Pets allowed
Not Allowed
Elevation Gain
3,023.00 ft (921.41 m)
Trail type
There-and-back
Distance
15.00 mi (24.14 km)
Please respect the outdoors by practicing Leave No Trace. Learn more about how to apply the principles of Leave No Trace on your next outdoor adventure here.

Triple Divide Peak, also known as the Crown of the Continent, is truly one of a kind. Well, three of a kind technically. It and its sister summits, Mount Snow Dome in Canada’s Jasper National Park and an obscure peak in Northern Siberia, are considered hydrographic apexes, places where water from the tops runs off to three different oceans. The Continental Divide separates the Atlantic watershed to the east from the Pacific watershed to the west. From Triple Divide, which is located along the Continental Divide, water runs to both these oceans as well as to Hudson Bay, which is part of the Arctic Ocean. Compared the population of many other, even more technical peaks in Glacier National Park, Triple Divide is relatively ignored due its fairly remote location. Only a few have claimed its summit.

Even if peak bagging doesn’t excite you, the pass alone is well worth the hike, and it will inspire return trips again and again. At 7.2 miles one way to the pass at the base of the peak, the pass makes for a pretty epic out-and-back hike in some of Montana’s most spectacular terrain. Add a trip to the summit and you'll have an unforgettable 15-mile round-trip hike.

And unlike the western side of Glacier National Park, East Glacier is far less crowded with tourists. Reaching this region of the park requires more driving, and there are few hiking options that aren’t long and moderate to strenuous treks, so its’ a great way to escape the crowds of Logan’s Pass and Going-to-the-Sun Road while still having some of the park’s most spectacular scenery.

Park at the Cutbank Trailhead, located just west of Browning, Montana. Begin hiking along on Pitamakan Pass Trail and follow the crystalline waters of Cut Bank Creek for 3.9 miles along relatively flat terrain with some mild uphill sections. You could definitely pack in a packraft and float down the creek on the way back to the trailhead. This part of the trail leads through lots of dense forest and beautiful wildflower meadows.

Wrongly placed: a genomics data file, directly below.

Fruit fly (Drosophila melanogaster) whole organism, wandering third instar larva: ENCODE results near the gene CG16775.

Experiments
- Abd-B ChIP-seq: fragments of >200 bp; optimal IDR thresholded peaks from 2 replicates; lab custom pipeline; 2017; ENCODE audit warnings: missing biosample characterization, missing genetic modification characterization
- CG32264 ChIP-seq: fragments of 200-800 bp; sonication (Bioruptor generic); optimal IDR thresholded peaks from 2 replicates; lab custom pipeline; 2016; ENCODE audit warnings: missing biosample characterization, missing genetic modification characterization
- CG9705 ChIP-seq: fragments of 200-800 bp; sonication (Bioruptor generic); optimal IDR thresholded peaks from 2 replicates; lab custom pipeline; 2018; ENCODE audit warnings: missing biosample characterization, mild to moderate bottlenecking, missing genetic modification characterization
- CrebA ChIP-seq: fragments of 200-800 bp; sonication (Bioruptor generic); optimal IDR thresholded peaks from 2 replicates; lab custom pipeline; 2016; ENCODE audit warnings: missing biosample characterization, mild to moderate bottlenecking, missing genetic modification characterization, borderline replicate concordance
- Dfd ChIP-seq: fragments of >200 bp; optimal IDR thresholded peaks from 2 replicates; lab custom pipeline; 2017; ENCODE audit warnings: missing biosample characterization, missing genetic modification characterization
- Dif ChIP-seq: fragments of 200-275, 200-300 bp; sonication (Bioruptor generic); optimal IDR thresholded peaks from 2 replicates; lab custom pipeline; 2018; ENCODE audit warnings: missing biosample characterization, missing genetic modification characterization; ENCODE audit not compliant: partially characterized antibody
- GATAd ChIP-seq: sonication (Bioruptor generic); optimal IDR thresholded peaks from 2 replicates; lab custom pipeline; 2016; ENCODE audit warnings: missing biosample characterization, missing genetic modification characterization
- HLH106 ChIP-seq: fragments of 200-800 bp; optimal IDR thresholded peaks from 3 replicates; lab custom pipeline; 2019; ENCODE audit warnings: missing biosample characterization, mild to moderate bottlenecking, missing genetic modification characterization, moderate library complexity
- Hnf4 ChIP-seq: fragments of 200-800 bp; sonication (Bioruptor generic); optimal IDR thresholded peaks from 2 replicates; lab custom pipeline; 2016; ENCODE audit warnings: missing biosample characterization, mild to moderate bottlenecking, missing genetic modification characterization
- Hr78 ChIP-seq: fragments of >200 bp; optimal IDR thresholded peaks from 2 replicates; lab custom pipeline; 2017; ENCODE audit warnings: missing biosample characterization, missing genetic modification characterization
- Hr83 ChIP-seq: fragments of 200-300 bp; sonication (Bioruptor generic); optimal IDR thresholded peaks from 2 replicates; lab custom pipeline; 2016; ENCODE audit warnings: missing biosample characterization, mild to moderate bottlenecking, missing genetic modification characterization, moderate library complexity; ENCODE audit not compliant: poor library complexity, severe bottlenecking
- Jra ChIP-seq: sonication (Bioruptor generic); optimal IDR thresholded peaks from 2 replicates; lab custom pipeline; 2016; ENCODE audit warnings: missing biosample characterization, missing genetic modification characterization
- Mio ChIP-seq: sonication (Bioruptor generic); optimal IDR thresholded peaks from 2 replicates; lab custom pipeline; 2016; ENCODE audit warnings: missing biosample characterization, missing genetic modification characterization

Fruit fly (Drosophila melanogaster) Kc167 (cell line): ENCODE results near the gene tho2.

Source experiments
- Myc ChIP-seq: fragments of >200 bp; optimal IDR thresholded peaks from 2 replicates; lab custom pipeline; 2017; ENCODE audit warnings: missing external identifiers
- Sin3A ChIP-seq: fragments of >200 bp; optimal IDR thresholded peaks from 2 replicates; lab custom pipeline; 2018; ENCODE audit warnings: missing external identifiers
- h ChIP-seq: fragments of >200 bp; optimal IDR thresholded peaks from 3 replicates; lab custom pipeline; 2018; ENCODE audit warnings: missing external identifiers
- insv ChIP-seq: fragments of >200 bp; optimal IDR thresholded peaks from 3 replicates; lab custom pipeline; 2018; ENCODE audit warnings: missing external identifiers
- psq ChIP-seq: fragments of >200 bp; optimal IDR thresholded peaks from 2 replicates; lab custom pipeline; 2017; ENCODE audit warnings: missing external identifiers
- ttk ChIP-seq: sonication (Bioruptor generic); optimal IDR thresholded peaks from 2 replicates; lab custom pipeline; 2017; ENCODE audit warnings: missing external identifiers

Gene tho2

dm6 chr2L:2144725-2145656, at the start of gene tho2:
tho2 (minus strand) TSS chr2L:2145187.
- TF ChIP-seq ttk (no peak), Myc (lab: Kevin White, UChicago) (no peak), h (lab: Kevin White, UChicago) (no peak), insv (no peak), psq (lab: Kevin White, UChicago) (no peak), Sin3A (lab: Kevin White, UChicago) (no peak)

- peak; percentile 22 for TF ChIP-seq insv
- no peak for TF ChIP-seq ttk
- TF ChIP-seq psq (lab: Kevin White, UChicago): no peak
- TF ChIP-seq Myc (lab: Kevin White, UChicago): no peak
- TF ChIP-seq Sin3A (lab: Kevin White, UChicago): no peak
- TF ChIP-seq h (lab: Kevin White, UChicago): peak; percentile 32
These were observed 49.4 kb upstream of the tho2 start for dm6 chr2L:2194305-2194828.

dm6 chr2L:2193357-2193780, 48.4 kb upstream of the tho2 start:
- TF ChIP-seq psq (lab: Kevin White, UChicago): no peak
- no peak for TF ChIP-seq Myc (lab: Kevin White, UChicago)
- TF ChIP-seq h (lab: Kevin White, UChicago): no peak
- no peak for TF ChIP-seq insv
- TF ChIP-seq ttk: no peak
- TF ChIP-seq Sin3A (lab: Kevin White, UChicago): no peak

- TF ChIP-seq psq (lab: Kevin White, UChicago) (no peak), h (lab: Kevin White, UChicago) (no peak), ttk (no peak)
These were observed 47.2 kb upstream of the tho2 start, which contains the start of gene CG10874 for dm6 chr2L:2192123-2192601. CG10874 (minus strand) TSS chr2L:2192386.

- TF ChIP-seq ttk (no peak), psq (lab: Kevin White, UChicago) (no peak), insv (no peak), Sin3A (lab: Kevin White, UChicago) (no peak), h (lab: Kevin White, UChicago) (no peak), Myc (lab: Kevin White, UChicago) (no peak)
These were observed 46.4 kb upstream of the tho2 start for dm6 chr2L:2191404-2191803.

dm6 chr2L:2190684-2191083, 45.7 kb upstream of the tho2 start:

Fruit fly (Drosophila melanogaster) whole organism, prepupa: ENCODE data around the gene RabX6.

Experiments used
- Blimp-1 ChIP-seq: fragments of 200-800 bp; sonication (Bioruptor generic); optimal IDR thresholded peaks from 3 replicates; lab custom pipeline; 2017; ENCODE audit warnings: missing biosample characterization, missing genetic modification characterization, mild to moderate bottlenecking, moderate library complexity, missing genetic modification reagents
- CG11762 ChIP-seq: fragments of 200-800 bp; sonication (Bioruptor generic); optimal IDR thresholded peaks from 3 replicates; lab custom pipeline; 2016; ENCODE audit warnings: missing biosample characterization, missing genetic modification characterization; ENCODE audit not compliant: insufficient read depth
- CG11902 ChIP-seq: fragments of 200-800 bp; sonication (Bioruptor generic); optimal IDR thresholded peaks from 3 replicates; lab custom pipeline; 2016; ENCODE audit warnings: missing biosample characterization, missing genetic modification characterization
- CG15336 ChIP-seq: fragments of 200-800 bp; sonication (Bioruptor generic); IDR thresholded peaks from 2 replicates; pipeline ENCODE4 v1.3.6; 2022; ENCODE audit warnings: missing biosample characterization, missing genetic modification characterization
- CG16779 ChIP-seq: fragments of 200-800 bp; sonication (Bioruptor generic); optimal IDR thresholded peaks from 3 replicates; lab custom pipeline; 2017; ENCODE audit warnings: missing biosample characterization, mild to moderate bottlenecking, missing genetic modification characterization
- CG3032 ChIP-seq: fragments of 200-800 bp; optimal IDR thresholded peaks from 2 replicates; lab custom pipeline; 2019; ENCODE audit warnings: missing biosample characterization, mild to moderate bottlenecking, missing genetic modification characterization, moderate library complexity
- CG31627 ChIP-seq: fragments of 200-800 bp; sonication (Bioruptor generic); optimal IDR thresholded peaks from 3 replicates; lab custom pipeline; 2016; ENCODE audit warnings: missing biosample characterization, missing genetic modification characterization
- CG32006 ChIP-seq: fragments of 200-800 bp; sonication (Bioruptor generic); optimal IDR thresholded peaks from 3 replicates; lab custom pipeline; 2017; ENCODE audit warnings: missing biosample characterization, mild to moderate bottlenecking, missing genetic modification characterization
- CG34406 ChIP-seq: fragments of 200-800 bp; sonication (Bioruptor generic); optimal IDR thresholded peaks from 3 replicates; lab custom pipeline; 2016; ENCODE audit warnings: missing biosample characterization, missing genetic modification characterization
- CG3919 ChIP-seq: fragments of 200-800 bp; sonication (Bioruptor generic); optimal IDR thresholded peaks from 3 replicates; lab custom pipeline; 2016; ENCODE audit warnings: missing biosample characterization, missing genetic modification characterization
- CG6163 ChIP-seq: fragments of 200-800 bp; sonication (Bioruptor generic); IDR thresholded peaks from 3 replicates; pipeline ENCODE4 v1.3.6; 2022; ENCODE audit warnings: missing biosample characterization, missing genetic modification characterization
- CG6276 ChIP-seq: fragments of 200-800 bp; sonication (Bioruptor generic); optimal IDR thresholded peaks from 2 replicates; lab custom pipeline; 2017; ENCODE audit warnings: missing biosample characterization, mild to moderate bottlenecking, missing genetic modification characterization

You’ll reach Triple Divide Pass Junction, where a left turn will take you onward to Medicine Grizzle Lake at the bottom of the valley and a right turn will lead up along the right wall of the valley to Triple Divide Pass. You’ll reach the Atlantic Creek Campground just a half mile from this junction.

There are a handful of nice campsites there, though the ones closer to the creek are the most solitary. This stream is a great place to filter and refill your water, and it is your last opportunity later in the season. Near the creek is a single communal pit designated for campfires. You are in a national park and a densely forested area, so be respectful of fire restrictions and please do not build fires outside this pit.

How you choose to structure your trip from here varies. You can hike in, set up camp, continue on to Triple Divide, and returned to camp to hike out the next day. Alternately, you can hike in, set up camp and stay overnight, get an early start and tackle Triple Divide, return to camp and break it down, and hike out. Obviously your specific itinerary will depend on your own timeline (i.e. how many nights you want to camp, what time you are starting on Day 1, what time you need to be out on Day 2). Summiting on Day 1 is nice because it calls for a pretty satisfying night at camp. You can complete a full out-and-back to the pass in a day, as well. If you do camp, remember that Glacier National Park is in the heart of bear country, so be bear aware at all times, especially below tree line. Carry bear spray and tie up your food before leaving camp.